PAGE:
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What you need to know about COVID-19: October 20, 2020
Trudeau government repeats its promise on child care as it outlines its plans for the coming year
The COVID-19 recovery was the focus of Wednesday’s speech from the throne, but resisitance to austerity, more messages on child care and the “Atlantic Loop” are raising eyebrows around Atlantic Canada.
The speech, delivered by Gov. Gen. Julie Payette, outlined the priorities of Prime Minister Justin Trudeau’s minority government for the coming session of the House of Commons.
Early in the speech, Payette, reading test prepared by the Prime Minister’s Office, said, “This is not the time for austerity.”
“Canada entered this crisis in the best fiscal position of its peers. And the government is using that fiscal firepower, on things like the Canada Emergency Response Benefit and the Canada Emergency Wage Subsidy, so that Canadians, businesses and our entire economy have the support needed to weather the storm.”
Brandon Ellis, senior manager with the Atlantic Chamber of Commerce, says he agrees with the anti-austerity line, but that doesn’t mean the federal government can continue racking up debt.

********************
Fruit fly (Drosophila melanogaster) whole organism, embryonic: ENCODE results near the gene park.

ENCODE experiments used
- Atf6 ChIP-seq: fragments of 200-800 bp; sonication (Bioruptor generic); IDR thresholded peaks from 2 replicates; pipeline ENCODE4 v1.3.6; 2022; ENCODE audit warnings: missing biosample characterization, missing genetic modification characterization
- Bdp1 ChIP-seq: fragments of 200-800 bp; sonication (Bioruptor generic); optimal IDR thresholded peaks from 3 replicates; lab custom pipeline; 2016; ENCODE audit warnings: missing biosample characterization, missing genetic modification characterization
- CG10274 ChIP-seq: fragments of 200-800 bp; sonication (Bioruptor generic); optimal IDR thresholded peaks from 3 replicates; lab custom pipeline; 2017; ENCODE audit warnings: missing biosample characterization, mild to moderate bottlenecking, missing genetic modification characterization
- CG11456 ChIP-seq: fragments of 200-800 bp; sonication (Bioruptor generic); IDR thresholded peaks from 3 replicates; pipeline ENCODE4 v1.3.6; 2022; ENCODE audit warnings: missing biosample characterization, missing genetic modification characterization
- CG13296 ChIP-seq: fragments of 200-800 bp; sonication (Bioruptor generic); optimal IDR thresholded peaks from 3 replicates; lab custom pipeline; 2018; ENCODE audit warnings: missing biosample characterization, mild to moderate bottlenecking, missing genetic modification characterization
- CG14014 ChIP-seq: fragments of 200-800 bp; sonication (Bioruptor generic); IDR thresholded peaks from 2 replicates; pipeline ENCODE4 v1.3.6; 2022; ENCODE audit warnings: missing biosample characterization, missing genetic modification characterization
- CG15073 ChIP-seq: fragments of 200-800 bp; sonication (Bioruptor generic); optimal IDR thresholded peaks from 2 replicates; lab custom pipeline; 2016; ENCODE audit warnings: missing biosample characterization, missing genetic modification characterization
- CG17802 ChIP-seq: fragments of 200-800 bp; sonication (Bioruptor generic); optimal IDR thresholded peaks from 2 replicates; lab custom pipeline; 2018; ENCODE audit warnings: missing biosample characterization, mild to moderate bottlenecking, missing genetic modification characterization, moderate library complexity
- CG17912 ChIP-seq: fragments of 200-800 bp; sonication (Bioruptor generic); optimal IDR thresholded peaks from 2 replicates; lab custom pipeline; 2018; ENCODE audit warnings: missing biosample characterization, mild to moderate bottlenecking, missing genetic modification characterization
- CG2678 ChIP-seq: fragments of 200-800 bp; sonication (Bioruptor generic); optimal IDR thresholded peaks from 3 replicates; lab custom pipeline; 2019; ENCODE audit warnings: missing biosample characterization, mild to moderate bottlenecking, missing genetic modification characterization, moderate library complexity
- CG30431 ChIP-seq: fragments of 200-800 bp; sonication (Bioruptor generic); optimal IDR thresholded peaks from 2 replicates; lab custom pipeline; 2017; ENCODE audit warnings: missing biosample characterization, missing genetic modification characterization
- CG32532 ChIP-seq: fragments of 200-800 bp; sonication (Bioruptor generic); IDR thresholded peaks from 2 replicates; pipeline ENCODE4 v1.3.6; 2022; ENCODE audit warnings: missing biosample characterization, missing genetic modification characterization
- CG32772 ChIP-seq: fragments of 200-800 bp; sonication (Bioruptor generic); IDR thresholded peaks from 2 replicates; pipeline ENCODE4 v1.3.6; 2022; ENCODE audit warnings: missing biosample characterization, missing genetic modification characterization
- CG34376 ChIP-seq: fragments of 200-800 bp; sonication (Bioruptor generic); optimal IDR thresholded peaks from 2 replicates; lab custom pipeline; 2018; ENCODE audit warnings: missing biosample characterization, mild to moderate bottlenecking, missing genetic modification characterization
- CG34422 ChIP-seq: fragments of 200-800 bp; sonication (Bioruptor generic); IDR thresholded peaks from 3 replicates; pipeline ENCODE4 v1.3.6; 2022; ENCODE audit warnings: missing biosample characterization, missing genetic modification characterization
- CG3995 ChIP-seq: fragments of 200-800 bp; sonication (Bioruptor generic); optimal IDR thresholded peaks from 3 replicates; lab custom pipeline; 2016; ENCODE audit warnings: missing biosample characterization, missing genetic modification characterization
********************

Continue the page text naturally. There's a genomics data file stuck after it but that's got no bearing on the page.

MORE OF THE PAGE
“The parliamentary budget officer tends to make a good point when he came out and said a few weeks ago that this level of spending is not sustainable. We don’t know how long COVID-19 is going to go on for,” Ellis said.
“The definition of austerity would be to raise taxes and lower expenditures. I would tend to agree with the governor-general in that regard — it might not be the time to look at that. We might need some spending measures. At the same time, we have to be mindful that the spending measures don’t get out of control moving forward and they don’t become permanent fixtures within the Canadian budget.”
Ellis says the chamber applauds the federal commitment to continuing the Canada Emergency Wage Subsidy and Canadian Emergency Business Account, to continue through next summer.
“Those are two programs that we would be applauding government for at this point in time, if they follow through and renew them,” he said.